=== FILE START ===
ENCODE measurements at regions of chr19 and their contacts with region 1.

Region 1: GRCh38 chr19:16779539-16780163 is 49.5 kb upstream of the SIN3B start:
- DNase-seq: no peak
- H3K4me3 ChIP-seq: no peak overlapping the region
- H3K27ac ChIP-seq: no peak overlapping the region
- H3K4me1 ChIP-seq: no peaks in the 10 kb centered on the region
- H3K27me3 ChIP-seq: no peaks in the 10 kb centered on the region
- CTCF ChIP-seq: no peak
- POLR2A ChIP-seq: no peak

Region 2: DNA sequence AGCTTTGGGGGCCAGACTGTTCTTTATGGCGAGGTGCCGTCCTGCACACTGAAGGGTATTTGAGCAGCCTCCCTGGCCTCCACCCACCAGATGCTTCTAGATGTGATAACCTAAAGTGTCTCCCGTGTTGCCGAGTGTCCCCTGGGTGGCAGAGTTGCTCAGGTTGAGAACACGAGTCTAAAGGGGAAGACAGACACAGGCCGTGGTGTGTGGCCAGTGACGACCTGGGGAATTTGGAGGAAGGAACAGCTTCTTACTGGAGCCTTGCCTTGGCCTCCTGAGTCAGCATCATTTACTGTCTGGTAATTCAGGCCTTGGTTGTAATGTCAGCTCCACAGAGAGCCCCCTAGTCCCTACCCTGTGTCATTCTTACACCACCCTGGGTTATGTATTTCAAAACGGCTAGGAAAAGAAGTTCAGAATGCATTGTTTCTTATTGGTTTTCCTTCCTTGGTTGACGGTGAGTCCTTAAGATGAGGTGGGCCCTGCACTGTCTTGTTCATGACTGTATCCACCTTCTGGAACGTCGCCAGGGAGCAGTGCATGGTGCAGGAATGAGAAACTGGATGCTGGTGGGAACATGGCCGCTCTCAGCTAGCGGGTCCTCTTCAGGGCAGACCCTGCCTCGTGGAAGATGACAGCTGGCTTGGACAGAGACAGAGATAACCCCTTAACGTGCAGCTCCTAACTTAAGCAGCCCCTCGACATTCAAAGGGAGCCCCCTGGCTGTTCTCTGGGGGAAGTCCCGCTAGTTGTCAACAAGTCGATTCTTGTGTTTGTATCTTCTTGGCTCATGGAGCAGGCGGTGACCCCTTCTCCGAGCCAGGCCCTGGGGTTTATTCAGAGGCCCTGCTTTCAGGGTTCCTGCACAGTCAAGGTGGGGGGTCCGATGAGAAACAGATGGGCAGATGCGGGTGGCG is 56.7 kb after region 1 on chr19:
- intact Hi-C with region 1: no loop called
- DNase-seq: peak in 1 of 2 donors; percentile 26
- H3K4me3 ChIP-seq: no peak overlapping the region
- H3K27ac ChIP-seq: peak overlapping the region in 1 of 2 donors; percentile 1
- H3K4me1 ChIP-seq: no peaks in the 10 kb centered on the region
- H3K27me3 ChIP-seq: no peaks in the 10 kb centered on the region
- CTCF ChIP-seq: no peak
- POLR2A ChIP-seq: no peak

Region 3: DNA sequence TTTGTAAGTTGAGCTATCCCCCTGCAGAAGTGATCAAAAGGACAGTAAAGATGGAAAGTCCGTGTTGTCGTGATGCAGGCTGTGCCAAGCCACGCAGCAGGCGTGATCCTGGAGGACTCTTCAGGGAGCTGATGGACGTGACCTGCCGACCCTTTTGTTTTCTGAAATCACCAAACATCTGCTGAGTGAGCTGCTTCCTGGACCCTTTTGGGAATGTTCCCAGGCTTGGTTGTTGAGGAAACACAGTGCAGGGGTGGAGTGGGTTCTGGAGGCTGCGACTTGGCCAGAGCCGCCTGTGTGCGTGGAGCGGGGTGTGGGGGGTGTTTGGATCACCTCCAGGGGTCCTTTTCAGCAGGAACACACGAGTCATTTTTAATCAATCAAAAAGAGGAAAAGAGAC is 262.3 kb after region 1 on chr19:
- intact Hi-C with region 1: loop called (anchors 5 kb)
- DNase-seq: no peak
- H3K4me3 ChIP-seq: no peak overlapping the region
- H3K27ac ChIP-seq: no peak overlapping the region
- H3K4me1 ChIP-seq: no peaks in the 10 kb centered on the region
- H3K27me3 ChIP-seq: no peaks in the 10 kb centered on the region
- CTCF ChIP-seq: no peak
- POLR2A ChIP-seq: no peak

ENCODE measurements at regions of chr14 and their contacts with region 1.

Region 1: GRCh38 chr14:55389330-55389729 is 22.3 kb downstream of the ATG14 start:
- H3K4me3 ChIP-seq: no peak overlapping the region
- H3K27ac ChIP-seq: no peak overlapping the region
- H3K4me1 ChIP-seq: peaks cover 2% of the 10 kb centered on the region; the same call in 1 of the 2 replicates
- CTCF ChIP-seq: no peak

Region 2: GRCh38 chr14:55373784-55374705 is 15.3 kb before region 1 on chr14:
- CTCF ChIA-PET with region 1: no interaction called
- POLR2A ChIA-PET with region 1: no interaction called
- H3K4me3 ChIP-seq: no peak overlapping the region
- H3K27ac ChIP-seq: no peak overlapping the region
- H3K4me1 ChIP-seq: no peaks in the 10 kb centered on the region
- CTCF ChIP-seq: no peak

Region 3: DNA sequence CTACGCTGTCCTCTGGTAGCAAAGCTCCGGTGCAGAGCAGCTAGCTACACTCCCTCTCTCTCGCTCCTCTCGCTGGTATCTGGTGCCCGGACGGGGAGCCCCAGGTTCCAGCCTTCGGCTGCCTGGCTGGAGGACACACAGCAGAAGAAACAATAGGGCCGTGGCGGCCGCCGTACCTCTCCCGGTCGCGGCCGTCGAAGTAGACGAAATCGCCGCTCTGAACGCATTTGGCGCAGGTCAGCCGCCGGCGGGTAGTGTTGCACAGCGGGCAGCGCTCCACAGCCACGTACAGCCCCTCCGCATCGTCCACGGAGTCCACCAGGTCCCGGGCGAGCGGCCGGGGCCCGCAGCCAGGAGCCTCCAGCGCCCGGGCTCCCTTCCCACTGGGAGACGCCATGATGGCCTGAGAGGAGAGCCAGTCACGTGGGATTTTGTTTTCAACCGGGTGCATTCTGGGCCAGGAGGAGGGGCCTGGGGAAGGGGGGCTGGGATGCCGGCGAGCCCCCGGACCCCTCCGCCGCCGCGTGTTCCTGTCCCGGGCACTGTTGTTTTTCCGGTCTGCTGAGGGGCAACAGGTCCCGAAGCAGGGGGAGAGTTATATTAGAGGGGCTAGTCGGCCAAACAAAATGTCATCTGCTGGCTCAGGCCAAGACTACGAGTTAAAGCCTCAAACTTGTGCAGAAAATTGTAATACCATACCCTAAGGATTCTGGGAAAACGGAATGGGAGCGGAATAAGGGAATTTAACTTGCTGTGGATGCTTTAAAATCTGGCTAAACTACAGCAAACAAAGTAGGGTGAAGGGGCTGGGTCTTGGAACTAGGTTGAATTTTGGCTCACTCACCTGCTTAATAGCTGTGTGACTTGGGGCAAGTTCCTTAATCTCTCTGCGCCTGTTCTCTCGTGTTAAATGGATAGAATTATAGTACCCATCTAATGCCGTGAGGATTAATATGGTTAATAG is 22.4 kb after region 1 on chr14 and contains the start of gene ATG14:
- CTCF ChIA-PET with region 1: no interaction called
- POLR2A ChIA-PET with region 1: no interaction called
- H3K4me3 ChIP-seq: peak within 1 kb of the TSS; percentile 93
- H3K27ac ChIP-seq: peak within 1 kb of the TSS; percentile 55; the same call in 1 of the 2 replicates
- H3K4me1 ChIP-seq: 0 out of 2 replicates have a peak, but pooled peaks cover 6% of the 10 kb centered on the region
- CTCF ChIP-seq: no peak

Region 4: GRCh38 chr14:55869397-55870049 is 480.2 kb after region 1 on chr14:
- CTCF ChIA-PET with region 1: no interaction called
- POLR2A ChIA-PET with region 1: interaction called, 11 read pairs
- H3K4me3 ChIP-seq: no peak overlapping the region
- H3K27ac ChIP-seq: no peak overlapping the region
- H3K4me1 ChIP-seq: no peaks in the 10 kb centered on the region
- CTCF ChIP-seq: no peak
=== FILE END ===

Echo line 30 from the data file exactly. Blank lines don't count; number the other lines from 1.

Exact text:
- H3K4me3 ChIP-seq: no peak overlapping the region